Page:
Hello everyone! Here is week two of the exclusive information! I’m afraid I don’t have any more news about the publication date as of yet, although I do know that the book cover is currently being created. I’m hoping to see it sometime this week (fingers crossed!), and I’ll be sure to share it once I’ve got it! (:
Ilimoskus is the name of an elemental race of beings, which consists of four ilyorz (elements/races). The Flamikus are the fire folk!
The Flamikus live on the surface, dwelling in forests and using the trees as their cover. They can control and create blazing fires and infernos, and produce thick ash and smoke; and, as one would expect, they are completely immune to heat and fire themselves. Water is a great hindrance for them, with even rain posing problems; it makes them much weaker and less resilient, and if met with a large quantity of water, this is almost certainly their deathbed.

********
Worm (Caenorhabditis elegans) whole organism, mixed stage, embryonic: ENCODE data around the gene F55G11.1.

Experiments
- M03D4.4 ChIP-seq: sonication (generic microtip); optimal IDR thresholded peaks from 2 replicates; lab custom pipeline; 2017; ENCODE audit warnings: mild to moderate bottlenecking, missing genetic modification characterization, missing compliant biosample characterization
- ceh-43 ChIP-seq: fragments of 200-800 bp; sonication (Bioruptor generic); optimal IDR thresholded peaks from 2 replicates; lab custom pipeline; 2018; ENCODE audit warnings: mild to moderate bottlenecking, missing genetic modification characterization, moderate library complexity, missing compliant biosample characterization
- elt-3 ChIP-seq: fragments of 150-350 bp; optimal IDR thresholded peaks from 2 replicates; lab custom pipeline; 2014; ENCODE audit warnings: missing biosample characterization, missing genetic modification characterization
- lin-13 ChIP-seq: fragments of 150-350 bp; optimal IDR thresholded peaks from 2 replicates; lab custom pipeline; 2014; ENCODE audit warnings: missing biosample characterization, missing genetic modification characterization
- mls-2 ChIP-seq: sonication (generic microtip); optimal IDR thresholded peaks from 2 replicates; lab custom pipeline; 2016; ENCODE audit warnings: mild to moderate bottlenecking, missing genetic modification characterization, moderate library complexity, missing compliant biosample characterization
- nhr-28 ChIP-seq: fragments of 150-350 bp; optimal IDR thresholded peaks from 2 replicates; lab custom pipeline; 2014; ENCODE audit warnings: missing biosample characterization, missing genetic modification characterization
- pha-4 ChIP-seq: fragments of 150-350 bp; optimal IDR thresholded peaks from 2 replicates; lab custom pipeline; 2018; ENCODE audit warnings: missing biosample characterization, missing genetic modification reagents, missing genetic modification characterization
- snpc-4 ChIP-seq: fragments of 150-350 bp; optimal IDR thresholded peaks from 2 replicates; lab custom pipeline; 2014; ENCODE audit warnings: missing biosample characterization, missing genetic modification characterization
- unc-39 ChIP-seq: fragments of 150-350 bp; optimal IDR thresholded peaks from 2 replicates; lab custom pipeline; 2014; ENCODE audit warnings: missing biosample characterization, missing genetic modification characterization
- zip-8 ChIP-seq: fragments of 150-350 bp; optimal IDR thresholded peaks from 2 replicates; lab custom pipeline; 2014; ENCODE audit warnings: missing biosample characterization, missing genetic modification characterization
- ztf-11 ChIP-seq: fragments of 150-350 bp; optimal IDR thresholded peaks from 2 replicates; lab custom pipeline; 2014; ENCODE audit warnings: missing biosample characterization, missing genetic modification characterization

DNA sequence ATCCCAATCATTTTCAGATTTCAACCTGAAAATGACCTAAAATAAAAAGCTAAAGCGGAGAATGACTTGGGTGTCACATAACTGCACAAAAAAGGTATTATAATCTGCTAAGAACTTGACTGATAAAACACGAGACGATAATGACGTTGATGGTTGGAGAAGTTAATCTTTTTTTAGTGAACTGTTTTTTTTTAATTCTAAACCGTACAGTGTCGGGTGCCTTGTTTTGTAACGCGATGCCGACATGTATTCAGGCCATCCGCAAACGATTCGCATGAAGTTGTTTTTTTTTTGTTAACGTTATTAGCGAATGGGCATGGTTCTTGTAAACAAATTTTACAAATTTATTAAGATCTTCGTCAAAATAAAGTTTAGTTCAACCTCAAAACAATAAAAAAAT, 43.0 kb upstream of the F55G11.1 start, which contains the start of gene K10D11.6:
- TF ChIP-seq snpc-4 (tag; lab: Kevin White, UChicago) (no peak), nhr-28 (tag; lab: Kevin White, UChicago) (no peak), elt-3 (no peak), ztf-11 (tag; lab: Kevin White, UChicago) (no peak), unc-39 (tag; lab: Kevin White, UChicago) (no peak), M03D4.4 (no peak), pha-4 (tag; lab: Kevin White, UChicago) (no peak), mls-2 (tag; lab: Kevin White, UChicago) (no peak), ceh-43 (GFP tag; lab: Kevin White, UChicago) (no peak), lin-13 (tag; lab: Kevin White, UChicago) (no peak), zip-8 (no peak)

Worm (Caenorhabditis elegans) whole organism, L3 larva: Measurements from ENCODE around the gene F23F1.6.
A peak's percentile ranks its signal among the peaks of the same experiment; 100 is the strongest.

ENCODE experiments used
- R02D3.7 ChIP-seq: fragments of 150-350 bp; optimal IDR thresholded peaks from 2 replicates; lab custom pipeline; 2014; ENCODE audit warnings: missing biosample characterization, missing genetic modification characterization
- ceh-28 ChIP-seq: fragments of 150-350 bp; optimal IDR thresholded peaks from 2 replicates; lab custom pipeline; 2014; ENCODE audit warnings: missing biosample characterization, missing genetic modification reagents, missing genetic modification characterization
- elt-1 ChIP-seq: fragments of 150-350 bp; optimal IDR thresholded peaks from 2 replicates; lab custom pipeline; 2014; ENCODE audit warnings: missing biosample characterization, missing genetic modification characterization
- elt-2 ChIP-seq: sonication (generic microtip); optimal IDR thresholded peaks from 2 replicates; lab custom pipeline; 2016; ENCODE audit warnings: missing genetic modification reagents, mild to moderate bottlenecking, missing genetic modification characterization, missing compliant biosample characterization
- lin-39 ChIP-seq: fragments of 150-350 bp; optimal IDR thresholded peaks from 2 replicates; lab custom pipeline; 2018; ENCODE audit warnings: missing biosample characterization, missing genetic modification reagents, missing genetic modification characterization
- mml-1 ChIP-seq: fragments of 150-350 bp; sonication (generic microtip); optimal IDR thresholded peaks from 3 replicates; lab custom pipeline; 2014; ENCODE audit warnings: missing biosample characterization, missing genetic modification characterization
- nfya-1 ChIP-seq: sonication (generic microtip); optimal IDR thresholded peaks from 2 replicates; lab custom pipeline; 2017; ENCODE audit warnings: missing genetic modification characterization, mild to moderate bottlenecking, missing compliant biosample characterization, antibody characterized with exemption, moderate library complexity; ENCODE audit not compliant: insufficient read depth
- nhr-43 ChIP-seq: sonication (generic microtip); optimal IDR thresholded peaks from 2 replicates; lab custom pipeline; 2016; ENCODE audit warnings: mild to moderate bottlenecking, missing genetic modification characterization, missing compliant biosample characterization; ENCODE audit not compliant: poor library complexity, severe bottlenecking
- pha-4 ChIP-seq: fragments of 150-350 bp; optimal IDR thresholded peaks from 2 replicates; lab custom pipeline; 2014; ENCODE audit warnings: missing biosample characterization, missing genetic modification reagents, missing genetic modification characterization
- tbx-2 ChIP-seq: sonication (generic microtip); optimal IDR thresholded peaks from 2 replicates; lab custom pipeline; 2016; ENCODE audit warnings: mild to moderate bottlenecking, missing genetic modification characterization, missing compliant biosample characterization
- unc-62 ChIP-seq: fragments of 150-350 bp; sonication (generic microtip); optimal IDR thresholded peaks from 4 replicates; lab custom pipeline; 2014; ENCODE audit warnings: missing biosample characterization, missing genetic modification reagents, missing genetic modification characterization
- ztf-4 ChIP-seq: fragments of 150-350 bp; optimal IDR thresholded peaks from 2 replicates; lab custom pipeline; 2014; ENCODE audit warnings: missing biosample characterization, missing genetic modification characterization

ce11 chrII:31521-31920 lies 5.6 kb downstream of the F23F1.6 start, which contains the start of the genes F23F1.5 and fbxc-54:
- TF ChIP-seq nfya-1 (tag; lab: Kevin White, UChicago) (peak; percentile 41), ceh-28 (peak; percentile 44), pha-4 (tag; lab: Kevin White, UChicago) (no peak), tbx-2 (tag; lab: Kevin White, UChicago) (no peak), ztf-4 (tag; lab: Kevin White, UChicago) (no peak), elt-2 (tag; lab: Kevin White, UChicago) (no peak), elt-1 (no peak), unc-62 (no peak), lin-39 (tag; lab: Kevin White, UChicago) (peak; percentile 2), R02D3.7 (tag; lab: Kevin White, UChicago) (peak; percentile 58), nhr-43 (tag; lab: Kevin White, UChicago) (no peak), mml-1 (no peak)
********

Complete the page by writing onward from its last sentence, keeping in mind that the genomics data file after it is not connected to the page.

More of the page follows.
Their skin is red, and they have black hair and smiifon (skin markings). They have the most variety in eye colour out of all the ilyorz, for their irises can be shades of black, grey, red, orange or yellow, and they have a very pale grey sclera (the ‘white’ of the eye) and black and grey eyelashes. Their ears are pointed at the top and at the lobe, and the clothes they wear are a smoky ash colour, since their fabric is, in fact, made from ash itself.
The folk of fire are courageous and compassionate, being the all-rounders of the Ilimoskus world – they do not excel in anything in particular, but instead are wonderfully balanced across all areas. They believe that knowledge is infinite – one can never learn too much! Love and friendship is very important to them, and they are incredibly loyal; if you befriend a Flamikus, they’ll be there for life. The warmth of their hearts and the heat of their spirits are like none other, and although water is a great danger to them, it takes a lot to dampen the optimism of such merry folk. However, be sure not to submerge them, or else you will unleash a raging inferno.
Next week: The Humiit-kus (earth folk).
© Jennifer K. Marsh 2013